Bellator 218: “Sanchez vs. Karakhanyan 2” takes place at WinStar World Casino and Resort in Thackerville, Okla., tomorrow night (Fri., March 22, 2019) featuring a main event between former Featherweight No. 1 title contender, Emmanuel Sanchez (17-4,) taking on a familiar foe in Georgi Karakhanyan (28-8-1, 1 NC).
Facing someone more experienced is nothing new for “El Matador.” His last fight in Tel Aviv, Israel, was a close (but unanimous) decision loss against reigning 145-pound champion “Pitbull” Patricio Freire. This will be his first fight back since taking the “L” in Israel. Karakhanyan, meanwhile, returns to Bellator MMA after a hard-fought decision loss against Henry Corrales in Jan. 2018. He’s taken two fights in Absolute Championship Akhmat since then, however; and although originally he won both bouts, he was ultimately disqualified in the latter for strikes after the bell (watch the chaotic scene unfold right here).
Sanchez recently spoke with MMAmania.com about looking to re-establish his divisional dominance against the durable Karakhanyan and if he would have done anything differently against “Pitbull.”
“Knocked him out, man! Not hold back, I guess, you know? I think just more confidence in myself when I dropped him in the first round. I thought it would be a lot harder. I was like, ‘Oh my God! I got him in the first, I’m gonna finish this dude right now.’ Letting him off the hook and not really imposing my will and continuing my onslaught let him back in the fight (and) let him recover.”
Similar sentiments have been echoed by Daniel Weichel in the past, but opponents find it notoriously hard to beat Freire in a rematch. Even Daniel Straus only pulled it off once.
“Also for being like the baddest dude in the world in the division, I thought he’d hit a lot harder, too! Knowing that I can take his blows and just impose my will and dish out my blows, just never hesitate, just continue to keep going (is key). People might not realize this, but I try to be too perfect, I try to be pretty. My coaches are on me (about it) all the time.”
Long before he’ll have the chance to impose his will on Freire in a rematch, he’ll have to do the same with Karakhanyan. Sanchez talked about how this fight came together.
“Yeah, literally like just the other week I’m leaving practice and my coach Duke Roufus says, ‘Hey — Grimshaw’s out. We’re working on someone else, don’t worry — maybe Georgi.’ And I’m like, ‘Ah shit.’ Just the fact that he was out. But, then when he said Georgi I’m lik,e ‘Oh! Good. Alright, hell yeah. Whoever can step up. If it’s him great, awesome, if it’s not I know they’ll find somebody.’”
Sanchez also gave us a little insight into what goes through the mind of a fighter when his fight changes two weeks before he’s scheduled for the main event of a card.
“It just sucks when you hear that someone pulled out because then you start to think the worst of like, if they’re going to find you an opponent, if you’re going to get moved they switch you cards and everything — especially when you’re cutting weight. I’m getting ready to fight and you know you’re just like, ‘Damn it’ (because) you’re hungry to fight and you don’t want to wait to fight.”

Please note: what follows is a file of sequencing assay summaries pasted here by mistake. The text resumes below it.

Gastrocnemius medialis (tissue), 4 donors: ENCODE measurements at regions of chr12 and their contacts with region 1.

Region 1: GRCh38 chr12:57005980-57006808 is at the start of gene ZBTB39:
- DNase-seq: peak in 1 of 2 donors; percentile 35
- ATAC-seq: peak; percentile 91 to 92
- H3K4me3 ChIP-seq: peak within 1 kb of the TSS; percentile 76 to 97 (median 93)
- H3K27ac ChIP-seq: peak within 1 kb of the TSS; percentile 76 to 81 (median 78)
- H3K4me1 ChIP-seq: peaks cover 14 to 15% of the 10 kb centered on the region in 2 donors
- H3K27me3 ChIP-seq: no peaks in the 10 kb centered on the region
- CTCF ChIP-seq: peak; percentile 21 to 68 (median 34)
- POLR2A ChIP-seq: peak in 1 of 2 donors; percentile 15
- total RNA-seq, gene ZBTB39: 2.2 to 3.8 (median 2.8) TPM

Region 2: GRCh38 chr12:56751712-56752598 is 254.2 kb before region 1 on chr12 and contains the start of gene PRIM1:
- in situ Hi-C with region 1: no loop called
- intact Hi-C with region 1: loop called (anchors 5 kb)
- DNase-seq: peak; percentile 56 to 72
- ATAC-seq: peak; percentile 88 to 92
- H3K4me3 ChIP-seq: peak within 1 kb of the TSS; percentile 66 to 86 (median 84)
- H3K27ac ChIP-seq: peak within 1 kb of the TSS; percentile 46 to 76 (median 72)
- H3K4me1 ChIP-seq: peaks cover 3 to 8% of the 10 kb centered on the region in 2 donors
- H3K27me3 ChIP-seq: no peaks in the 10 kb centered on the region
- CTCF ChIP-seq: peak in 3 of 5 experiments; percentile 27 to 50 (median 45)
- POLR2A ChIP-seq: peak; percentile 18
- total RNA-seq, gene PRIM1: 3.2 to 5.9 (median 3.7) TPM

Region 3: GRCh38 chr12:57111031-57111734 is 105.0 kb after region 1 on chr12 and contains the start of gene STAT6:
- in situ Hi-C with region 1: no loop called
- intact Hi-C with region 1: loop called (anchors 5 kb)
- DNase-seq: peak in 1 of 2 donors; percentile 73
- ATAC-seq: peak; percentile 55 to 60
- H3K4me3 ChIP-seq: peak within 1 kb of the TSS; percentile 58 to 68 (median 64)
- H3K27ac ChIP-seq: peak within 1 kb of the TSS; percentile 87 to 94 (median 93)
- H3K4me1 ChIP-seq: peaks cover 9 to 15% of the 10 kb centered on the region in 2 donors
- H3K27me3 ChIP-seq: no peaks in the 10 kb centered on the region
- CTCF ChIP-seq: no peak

As such, Sanchez is very appreciative that Karakhanyan stepped up to take this fight on short notice ... especially given the decision didn’t go Georgi’s way the first time.
“I’m glad that Georgi stepped up and yeah, it’s great. I couldn’t ask for a better fight, you know what I mean? There’s history, and I’ve got some business to take care of you know what I mean? Ain’t nobody want to win a close decision. I want to go out there and silence the critics, silence him, and put him away — get the job done and put him away.”
The only major thing to criticize about their last fight was the second round, but if criticism made Sanchez better so be it — it was the start of a four-fight win streak for “El Matador.” Could a second win have similar benefits?
“You better believe it! Now we can actually talk about it. Before no one could say a word, but now they’re mentioning a grand prix — it’s been done for the Heavyweights and the Welterweights that they’re doing right now. This is really good because NOW unless he can make his way through the grand prix there will be a trilogy or whatever, but there will be no need for it because I’m gonna go out there and I’m gonna STOP HIM this time.”
It may also be that Sanchez has Karakhanyan figured out based on prior experience.
“Prior to me fighting him I had a former teammate who already fought him. So my coaches already (had) — I wouldn’t say a game plan but a layout, a format, you know what I mean? We know how to face him. For example — Charles Oliveira. My teammates Anthony Pettis AND Paul Felder both faced him so we knew exactly what to expect. If anyone else faces him again we know what to do. It’s kind of the same thing here. Since we have already faced him before, we already knew how strong and dangerous he was everywhere. I don’t even even want to say style or game plan but the right... the right assault to go and put on him.”
No matter what a rematch with Karakhanyan leads to for Emmanuel Sanchez, the thrill of getting to compete in the Bellator cage is reward enough for him.
“Yeah I’m excited! That’s what gets me up, you know? That makes me work hard, kills me in training (and) makes me suffer. Alright let’s do it man. (It’s) a battle of wills. Who’s going to break first? I’ve never been broken so let’s see what he’s got.”
Complete audio of our interview is embedded above, and complete coverage of “Sanchez vs. Karakhanyan 2” resides here at MMA Mania all week long.
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